Diagnosing and what to do about poor internet connection (likely wireless signal)

Discussion in 'Networking & Security' started by DaRuSsIaMaN, Mar 19, 2013.

  1. DaRuSsIaMaN

    DaRuSsIaMaN [H]ard|Gawd

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    I need to figure out the reason(s) behind, and what to do about, my poor internet connection. It's very inconsistent. It can be pretty adequate at times, and at other times it's really laggy. I am in a 3-story house in Boston. The modem/router (both in 1 device) is in the common room on the second floor. I'm relying on the wireless, since winding a cable down the stairs and across the hallway would be very unwieldy.

    **********************

    So, first problem: I don't understand this situation.

    If the problem is simply poor wireless signal strength, then why is my internet connectivity not consistently bad? It's only bad sometimes. Or much of the time. But the point is, it's not always good, it's not always mediocre, it's not always bad. It varies between bad and mediocre and sometimes *really* bad. Why would it vary? Is it possible for a router to output poor signal sometimes, mediocre signal sometimes and good signal sometimes? Doesn't it always transmit the same quality signal??

    Secondly, still with first problem, why does Windows tell me that the signal strength is fine? The quality of my experience appears to be completely (or maybe just mostly) decoupled/not correlated with how many bars I see in the task tray. It seems that sometimes I see 4 bars and yet websites grind to a halt. Other times I see 2 bars yet browsing is fine. Wtf?

    I think my roommates on the second floor do not experience any issues. I haven't asked the other one yet.

    ***

    Now, second problem: what do I do about this?

    Just get a second router with powerful antennas and set up some kind of repeater thing? I feel like I should find out more about what's going on before I start spending money and -- more importantly -- time that I should be spending on grad school instead of dealing with this crap.


    Thanks for any help.
     
  2. Liger88

    Liger88 2[H]4U

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    Interference can give you a false sense that everything is perfect. Most likely there are many people in the area who are using wireless device, or even the same provider with modem/wireless router combo where it's left on the default Wireless Channel.

    I'd suggest using inSSIDer to determine the relative signals in your immediate region and try to move to a channel that has less interference. Of course distance wont help much either if it's interference from neighboring wireless devices, which can also cause the instability sometimes and not in others. I'd try that and go from there.
     
  3. evilsofa

    evilsofa [H]ardForum Junkie

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    Yes, use inSSIDer to see what channels your neighbors are using. If you're using Wireless G (the 2.4GHz channels), many wireless routers are defaulted to channel 6. To avoid interference from other people using channel 6, you should choose either channel 1 or channel 11, because when you use a channel, you also use the channel above and below the one you chose, and cause interference in the two channels above and the two channels below the one you chose. You'll see how that works in the inSSIDer display. Don't choose channels between 1, 6 and 11; you'll just get interference from two of those channels instead of just one and muck it up for everyone else in both of those channels.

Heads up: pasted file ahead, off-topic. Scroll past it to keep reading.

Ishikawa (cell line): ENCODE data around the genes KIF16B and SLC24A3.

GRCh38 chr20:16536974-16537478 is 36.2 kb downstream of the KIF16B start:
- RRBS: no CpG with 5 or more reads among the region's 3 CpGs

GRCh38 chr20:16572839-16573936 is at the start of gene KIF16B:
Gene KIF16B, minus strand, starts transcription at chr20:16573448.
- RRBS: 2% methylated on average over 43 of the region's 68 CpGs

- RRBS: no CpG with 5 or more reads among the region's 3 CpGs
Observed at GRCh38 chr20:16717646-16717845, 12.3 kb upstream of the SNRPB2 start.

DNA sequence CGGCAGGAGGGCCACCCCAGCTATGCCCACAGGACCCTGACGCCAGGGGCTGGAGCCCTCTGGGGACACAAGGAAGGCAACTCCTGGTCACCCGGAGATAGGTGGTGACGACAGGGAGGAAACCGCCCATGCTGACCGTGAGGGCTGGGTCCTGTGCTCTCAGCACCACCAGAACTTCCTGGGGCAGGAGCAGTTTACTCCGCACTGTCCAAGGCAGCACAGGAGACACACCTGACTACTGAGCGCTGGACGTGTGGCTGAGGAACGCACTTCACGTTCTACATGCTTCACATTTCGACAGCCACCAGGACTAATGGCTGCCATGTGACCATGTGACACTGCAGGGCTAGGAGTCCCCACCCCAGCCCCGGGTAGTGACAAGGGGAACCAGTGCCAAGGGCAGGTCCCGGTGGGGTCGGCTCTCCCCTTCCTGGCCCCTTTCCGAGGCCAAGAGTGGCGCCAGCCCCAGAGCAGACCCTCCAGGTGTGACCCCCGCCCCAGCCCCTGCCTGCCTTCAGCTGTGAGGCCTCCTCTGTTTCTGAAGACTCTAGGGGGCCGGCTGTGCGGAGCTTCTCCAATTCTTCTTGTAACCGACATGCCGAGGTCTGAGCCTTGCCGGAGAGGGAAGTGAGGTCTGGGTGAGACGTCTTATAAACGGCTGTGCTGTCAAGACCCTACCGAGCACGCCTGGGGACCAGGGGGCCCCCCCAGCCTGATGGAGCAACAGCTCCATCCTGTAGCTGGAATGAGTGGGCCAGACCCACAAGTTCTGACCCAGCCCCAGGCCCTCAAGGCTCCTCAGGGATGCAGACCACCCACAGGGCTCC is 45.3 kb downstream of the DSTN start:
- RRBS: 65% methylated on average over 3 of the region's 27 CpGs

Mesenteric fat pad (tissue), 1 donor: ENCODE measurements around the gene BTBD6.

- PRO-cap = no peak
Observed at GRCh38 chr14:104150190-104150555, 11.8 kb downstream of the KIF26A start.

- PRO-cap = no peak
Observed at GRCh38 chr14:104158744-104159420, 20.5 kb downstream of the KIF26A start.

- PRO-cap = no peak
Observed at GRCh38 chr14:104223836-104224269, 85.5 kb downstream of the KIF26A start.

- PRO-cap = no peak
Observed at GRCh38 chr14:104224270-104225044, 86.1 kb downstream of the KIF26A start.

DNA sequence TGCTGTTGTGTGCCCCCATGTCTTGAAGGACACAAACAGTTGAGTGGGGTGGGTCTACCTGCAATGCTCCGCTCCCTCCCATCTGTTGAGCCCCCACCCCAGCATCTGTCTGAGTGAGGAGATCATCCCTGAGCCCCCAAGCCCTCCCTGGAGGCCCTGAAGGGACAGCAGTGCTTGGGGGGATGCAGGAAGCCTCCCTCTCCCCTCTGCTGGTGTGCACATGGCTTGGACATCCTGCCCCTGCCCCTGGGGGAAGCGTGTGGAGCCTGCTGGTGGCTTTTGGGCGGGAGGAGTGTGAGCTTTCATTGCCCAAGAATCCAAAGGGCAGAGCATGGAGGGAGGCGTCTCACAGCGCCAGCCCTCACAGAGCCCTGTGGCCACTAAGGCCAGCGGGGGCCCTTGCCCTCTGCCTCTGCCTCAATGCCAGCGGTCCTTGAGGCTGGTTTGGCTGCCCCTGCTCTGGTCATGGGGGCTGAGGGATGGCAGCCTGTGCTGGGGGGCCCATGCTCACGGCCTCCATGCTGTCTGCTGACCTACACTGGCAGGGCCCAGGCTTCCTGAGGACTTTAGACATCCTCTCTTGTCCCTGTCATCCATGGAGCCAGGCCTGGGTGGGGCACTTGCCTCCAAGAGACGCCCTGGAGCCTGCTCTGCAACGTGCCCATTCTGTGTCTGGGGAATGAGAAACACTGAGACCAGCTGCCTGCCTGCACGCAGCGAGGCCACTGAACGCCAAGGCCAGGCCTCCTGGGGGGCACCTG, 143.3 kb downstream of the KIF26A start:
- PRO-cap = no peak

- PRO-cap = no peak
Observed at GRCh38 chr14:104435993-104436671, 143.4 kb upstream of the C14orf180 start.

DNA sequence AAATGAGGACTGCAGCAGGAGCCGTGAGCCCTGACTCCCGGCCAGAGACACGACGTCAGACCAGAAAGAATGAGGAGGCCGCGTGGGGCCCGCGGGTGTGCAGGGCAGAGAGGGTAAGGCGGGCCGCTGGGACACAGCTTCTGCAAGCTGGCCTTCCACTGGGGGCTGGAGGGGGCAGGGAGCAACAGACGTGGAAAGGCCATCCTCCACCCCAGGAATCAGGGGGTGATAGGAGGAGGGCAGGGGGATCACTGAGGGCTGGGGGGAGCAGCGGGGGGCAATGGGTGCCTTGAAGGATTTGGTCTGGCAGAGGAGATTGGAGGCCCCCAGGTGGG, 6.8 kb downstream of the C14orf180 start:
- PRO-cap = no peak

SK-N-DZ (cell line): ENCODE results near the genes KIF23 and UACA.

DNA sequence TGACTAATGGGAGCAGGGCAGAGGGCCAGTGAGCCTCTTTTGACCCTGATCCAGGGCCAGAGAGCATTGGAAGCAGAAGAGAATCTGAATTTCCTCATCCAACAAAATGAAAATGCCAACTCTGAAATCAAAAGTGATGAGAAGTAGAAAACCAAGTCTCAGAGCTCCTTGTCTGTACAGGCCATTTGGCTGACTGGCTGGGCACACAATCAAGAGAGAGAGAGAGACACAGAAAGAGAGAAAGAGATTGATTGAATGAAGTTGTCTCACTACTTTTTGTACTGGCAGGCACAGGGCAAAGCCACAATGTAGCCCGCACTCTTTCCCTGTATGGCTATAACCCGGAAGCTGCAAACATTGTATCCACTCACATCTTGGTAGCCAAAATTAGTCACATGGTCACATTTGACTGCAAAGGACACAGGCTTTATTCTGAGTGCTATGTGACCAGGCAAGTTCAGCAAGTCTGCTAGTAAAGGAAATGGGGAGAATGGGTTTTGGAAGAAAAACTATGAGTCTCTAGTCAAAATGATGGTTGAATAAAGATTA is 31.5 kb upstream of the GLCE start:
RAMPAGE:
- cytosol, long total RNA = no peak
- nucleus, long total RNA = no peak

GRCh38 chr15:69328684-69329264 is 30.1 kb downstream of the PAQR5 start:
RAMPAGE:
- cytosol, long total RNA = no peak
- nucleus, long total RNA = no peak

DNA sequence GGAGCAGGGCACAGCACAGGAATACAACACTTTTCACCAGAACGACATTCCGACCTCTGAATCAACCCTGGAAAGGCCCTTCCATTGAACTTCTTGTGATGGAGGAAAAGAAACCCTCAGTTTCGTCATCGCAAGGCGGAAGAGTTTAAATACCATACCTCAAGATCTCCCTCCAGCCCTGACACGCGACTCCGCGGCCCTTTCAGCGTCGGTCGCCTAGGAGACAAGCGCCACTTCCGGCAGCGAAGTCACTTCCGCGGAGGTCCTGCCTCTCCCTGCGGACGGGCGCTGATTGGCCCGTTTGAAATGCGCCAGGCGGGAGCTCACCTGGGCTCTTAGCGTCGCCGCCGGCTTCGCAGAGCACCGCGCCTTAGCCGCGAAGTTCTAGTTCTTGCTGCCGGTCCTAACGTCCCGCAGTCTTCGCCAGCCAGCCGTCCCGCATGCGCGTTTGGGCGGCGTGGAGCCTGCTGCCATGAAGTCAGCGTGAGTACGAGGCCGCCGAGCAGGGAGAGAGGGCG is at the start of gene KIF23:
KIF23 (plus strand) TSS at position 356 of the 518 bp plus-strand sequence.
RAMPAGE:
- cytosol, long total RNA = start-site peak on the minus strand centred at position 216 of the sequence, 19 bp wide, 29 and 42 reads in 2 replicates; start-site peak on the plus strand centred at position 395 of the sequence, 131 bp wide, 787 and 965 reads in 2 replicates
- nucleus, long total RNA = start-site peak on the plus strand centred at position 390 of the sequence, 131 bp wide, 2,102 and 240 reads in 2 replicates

Going to Wireless N and using the 5GHz channels eliminates all that; there's a lot more channels to choose from, and you aren't getting interfered with by microwave ovens, garage door openers, and whatever else uses the very popular 2.4GHz bandwidth. It is more expensive, though.
     
  4. DaRuSsIaMaN

    DaRuSsIaMaN [H]ard|Gawd

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    Ahhhh I can't believe I completely forgot all about it!

    Ok so here is a snapshot of what I see on inSSIDer. When I click on the RSSI header to arrange it by descending RSSI, it fluctuates a lot. So is just one of those instances. But my own network is highlighted. Interestingly, it's on channel 9. I guess that was how it was set up? So should I switch it to channel 6 instead? There's seems to be only 1 channel 6 network nearby (most of the time). When I watch it fluctuate for a bit, it seems that the top few networks are channels 1, 11+7, 3+7. Also I see an 8 and a 6 pop up. Suggestions?

    [​IMG]
     
  5. Mackintire

    Mackintire 2[H]4U

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    First piece of advice.....get your channel width out of 40Mhz mode and down to 20Mhz mode.

    That should help. Currently your wireless router is trying to go for the gold and in that environment (seen on inSSIDer) it isn't going to happen.

    That is step one.


    Step two is....see if this is any better.
    Force your unit to channel 11. Your 8db stronger on your signal than the next closest signal. You may be able to talk over their network.




    Step three....admit defeat 2.4Ghz is way crowded at your location. You need to either use 5Ghz or give up using wireless and use Powerline/physical ethernet instead.


    If it were me, I would try to get everyone together and see if I can offer my services to improve everyone's performance/compatibility and speed. By smartly using the correct channels and turning down the damn output power. IF that didn't work I would probably make a point by using a 2.4-2.5Ghz noise generator for a week. :D ....and then again offer my services.
     
  6. evilsofa

    evilsofa [H]ardForum Junkie

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    Click the tab for "2.4GHz Channels" and that will make things more clear. You have a LOT of neighbors because I count at least 14 unique SSIDs there and you haven't scrolled down to see the others. No wonder you're having trouble. Like Mackintire said, the only real solution is to get out of the 2.4GHz channels entirely. The ones with generic names who have left their security open - if you try to talk to them about it, they'll have no idea what the hell you're talking about.